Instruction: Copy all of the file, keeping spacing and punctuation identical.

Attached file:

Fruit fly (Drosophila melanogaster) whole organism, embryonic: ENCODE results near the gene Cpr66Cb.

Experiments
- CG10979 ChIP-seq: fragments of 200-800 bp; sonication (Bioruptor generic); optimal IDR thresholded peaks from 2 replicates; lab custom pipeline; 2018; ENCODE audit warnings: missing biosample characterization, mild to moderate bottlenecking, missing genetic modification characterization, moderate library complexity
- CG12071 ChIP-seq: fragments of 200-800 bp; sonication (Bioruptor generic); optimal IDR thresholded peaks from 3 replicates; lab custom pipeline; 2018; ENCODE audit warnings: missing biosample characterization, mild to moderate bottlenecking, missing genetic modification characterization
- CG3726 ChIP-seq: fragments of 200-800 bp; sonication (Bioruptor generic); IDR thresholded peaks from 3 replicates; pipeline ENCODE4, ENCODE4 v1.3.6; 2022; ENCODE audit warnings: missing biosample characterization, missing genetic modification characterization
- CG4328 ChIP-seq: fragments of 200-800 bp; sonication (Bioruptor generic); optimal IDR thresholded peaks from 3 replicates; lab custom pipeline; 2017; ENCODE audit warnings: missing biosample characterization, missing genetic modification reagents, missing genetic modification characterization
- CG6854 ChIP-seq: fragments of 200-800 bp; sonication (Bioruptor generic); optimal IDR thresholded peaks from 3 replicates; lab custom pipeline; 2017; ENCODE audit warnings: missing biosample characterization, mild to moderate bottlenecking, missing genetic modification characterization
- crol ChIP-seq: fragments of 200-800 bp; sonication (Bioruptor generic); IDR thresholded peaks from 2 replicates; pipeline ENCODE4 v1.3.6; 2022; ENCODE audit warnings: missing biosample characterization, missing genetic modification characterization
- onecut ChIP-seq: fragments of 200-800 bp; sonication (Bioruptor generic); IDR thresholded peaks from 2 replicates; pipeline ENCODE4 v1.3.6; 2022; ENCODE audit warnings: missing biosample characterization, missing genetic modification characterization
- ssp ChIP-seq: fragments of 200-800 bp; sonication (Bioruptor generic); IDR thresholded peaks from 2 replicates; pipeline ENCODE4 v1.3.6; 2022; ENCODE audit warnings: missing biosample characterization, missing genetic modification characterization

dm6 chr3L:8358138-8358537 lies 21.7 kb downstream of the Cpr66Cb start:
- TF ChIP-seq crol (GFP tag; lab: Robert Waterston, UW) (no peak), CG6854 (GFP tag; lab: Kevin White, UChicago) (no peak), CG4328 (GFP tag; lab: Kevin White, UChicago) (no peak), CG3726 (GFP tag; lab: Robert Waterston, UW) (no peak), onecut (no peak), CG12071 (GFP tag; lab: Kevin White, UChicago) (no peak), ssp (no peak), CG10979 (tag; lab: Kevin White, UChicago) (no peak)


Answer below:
Fruit fly (Drosophila melanogaster) whole organism, embryonic: ENCODE results near the gene Cpr66Cb.

Experiments
- CG10979 ChIP-seq: fragments of 200-800 bp; sonication (Bioruptor generic); optimal IDR thresholded peaks from 2 replicates; lab custom pipeline; 2018; ENCODE audit warnings: missing biosample characterization, mild to moderate bottlenecking, missing genetic modification characterization, moderate library complexity
- CG12071 ChIP-seq: fragments of 200-800 bp; sonication (Bioruptor generic); optimal IDR thresholded peaks from 3 replicates; lab custom pipeline; 2018; ENCODE audit warnings: missing biosample characterization, mild to moderate bottlenecking, missing genetic modification characterization
- CG3726 ChIP-seq: fragments of 200-800 bp; sonication (Bioruptor generic); IDR thresholded peaks from 3 replicates; pipeline ENCODE4, ENCODE4 v1.3.6; 2022; ENCODE audit warnings: missing biosample characterization, missing genetic modification characterization
- CG4328 ChIP-seq: fragments of 200-800 bp; sonication (Bioruptor generic); optimal IDR thresholded peaks from 3 replicates; lab custom pipeline; 2017; ENCODE audit warnings: missing biosample characterization, missing genetic modification reagents, missing genetic modification characterization
- CG6854 ChIP-seq: fragments of 200-800 bp; sonication (Bioruptor generic); optimal IDR thresholded peaks from 3 replicates; lab custom pipeline; 2017; ENCODE audit warnings: missing biosample characterization, mild to moderate bottlenecking, missing genetic modification characterization
- crol ChIP-seq: fragments of 200-800 bp; sonication (Bioruptor generic); IDR thresholded peaks from 2 replicates; pipeline ENCODE4 v1.3.6; 2022; ENCODE audit warnings: missing biosample characterization, missing genetic modification characterization
- onecut ChIP-seq: fragments of 200-800 bp; sonication (Bioruptor generic); IDR thresholded peaks from 2 replicates; pipeline ENCODE4 v1.3.6; 2022; ENCODE audit warnings: missing biosample characterization, missing genetic modification characterization
- ssp ChIP-seq: fragments of 200-800 bp; sonication (Bioruptor generic); IDR thresholded peaks from 2 replicates; pipeline ENCODE4 v1.3.6; 2022; ENCODE audit warnings: missing biosample characterization, missing genetic modification characterization

dm6 chr3L:8358138-8358537 lies 21.7 kb downstream of the Cpr66Cb start:
- TF ChIP-seq crol (GFP tag; lab: Robert Waterston, UW) (no peak), CG6854 (GFP tag; lab: Kevin White, UChicago) (no peak), CG4328 (GFP tag; lab: Kevin White, UChicago) (no peak), CG3726 (GFP tag; lab: Robert Waterston, UW) (no peak), onecut (no peak), CG12071 (GFP tag; lab: Kevin White, UChicago) (no peak), ssp (no peak), CG10979 (tag; lab: Kevin White, UChicago) (no peak)